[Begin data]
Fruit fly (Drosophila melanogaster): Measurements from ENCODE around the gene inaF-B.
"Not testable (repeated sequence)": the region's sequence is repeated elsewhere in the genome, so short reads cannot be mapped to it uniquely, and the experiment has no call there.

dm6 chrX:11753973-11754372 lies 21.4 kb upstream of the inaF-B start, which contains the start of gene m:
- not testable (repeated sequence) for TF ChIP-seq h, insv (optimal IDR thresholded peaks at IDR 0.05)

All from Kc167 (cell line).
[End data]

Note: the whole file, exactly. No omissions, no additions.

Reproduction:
Fruit fly (Drosophila melanogaster): Measurements from ENCODE around the gene inaF-B.
"Not testable (repeated sequence)": the region's sequence is repeated elsewhere in the genome, so short reads cannot be mapped to it uniquely, and the experiment has no call there.

dm6 chrX:11753973-11754372 lies 21.4 kb upstream of the inaF-B start, which contains the start of gene m:
- not testable (repeated sequence) for TF ChIP-seq h, insv (optimal IDR thresholded peaks at IDR 0.05)

All from Kc167 (cell line).